Album
9/10

Music in game
0/10

Game
0/10

Kero Hazel

Overview

In 1999, Square Enix was busy developing their third Front Mission title, at least strategy-RPG wise. Similar to when they hired Riow Arai for Front Mission Alternative in 1997, they were willing to take another chance and hire composers outside the company. So, the duo of Koji Hayama (Cho Aniki) and Hayato Matsuo (Ogre Battle, Dragon Force II) were brought in for a breath of fresh air music-wise. Personally, I felt both composers did a great job, although I prefer Matsuo a bit more as he wrote the orchestral pieces. On the other hand, Hayama uses the score to showcase his techno talent.

Body

The first track that grabbed my attention was the guitar-driven "Starting," composed by Koji Hayama; it has all the good stuff — great composition, lovely sound, and it just sounds plain cool! This was used during the sequence of testing the Wanzers' strength and abilities in the laboratory. "The Bar" is a catchy jazz lounge track, much like Matsueda's works in the series and Racing Lagoon. Matsuo gets the atmosphere just right with this piece. Relax, and have a drink or two while you listen to this track. The "Setup" and "Setup 1" themes are both composed in techno style and do sound a tad repetitive, yet they're still catchy. The same goes for "Network." Those themes are played often in the game, so you'll need to get used to them.

The fun really starts with "Invasion," which Matsuo slips in a piano here and there. While the meat of the composition is more techno, it still manages to entrance and keeps the player listening without having to mute the TV. "Impact" sounds like a duel theme to me, as it is fast-paced, very militaristic in nature, and certainly fits the mood of battle. Another note-worthy track is "VS Katatsu." Matsuo adds more than enough variety so you won't lose the focus of your objective. This music is strategy-RPG material at its best, in my opinion.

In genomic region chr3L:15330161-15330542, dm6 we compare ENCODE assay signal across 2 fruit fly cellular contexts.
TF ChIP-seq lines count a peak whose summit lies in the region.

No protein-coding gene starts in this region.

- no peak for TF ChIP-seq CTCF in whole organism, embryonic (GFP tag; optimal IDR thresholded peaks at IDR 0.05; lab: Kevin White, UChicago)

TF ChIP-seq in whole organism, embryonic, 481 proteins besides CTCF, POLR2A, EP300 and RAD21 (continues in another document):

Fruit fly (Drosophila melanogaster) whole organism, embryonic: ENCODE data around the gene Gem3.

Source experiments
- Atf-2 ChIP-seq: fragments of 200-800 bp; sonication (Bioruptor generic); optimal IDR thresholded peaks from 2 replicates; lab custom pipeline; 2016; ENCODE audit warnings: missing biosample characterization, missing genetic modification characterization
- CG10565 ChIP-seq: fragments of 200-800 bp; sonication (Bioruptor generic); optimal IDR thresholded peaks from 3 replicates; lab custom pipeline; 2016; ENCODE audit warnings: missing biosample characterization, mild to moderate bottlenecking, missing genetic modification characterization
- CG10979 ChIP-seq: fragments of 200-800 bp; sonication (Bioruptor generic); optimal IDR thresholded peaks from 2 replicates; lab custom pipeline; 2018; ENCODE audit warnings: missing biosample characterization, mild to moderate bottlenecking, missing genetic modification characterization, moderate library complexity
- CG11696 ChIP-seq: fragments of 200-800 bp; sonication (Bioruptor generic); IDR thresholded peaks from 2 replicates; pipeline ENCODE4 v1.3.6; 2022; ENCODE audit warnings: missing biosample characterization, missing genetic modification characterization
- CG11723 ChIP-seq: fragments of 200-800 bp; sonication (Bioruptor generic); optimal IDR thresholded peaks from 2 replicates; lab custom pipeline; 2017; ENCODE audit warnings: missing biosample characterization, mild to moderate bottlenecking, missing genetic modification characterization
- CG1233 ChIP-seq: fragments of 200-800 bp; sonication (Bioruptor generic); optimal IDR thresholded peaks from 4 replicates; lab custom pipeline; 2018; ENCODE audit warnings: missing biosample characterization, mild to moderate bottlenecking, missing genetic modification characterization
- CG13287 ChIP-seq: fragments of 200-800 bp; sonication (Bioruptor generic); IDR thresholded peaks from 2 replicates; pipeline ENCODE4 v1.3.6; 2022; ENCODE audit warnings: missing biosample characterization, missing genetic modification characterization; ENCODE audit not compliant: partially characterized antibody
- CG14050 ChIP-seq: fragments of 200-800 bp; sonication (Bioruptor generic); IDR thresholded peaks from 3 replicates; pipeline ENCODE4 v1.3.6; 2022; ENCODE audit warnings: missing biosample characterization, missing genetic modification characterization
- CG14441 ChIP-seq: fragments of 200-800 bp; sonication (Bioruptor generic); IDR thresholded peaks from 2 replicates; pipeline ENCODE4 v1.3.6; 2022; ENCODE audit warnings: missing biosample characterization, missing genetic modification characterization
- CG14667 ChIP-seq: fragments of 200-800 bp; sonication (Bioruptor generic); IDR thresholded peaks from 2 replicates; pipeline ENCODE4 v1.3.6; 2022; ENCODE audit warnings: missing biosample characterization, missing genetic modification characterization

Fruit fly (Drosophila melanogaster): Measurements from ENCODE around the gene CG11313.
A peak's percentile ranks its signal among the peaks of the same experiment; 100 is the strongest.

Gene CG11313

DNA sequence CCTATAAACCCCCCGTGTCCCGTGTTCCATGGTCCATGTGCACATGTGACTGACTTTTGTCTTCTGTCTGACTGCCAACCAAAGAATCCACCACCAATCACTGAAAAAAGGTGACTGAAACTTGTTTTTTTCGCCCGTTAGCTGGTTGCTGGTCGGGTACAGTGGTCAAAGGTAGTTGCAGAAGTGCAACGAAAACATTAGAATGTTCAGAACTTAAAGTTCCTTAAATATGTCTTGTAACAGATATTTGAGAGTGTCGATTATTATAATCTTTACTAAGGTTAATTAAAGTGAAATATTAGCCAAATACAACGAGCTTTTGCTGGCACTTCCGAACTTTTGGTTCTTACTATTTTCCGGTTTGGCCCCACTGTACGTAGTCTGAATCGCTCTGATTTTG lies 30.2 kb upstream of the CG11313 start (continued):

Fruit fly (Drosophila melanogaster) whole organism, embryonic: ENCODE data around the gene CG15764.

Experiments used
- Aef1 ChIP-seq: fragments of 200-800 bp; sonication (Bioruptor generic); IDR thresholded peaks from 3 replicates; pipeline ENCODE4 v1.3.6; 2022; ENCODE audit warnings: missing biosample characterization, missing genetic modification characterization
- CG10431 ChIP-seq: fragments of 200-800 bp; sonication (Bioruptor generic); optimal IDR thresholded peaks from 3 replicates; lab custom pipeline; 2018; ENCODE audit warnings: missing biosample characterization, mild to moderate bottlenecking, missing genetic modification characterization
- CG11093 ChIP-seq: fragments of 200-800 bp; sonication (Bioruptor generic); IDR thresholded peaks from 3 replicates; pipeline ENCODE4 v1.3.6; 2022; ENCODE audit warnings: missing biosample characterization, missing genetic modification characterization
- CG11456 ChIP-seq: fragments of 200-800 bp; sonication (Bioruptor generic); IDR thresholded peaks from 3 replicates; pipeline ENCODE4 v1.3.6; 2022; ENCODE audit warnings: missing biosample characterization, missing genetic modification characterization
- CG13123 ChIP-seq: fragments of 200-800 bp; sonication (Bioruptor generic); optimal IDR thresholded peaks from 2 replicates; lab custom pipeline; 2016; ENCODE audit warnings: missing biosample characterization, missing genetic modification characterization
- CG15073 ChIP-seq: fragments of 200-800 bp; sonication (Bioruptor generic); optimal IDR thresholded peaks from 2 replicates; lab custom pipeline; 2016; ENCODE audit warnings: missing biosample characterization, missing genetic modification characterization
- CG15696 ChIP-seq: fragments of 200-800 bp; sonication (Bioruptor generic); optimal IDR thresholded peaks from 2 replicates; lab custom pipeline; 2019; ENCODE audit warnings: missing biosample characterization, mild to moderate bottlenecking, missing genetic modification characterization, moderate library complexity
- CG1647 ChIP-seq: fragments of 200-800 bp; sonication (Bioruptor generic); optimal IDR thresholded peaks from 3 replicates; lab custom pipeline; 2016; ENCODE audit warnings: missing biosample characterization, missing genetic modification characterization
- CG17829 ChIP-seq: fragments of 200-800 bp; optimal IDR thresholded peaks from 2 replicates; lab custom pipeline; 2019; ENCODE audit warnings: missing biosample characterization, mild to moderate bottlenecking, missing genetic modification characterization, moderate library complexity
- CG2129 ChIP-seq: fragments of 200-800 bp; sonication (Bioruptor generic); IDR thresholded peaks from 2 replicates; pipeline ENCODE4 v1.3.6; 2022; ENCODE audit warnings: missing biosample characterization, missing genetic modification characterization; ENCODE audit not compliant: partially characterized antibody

"Bar (China)" has an very Asian sound to it. I can't describe it too well, but it just sounds so fitting for a Chinese bar or pub. Koji Hayama does the melancholic "Suspicion," which starts with a cello playing an eerie melody that's backed up by a piano; something awful must be going on while this plays. Disc One ends with the great "Attack." It's fast-paced and loads of fun to listen to. You can easily imagine rushing the enemy to this theme; what more could you want?

On the second disc, the first track which really impresses is "Fort Invasion." Once again, Matsuo exhibits amazing skill at combing techno and orchestral music, but this piece is of a much grander, more epic scale than those on Disc One. You can tell that capturing the enemy fort is a crucial part for winning the war. "Isolation" is one of the most emotional "sad" themes I've ever heard. Matsuo excels in creating emotional as well as battle themes, so this track is a no-brainer.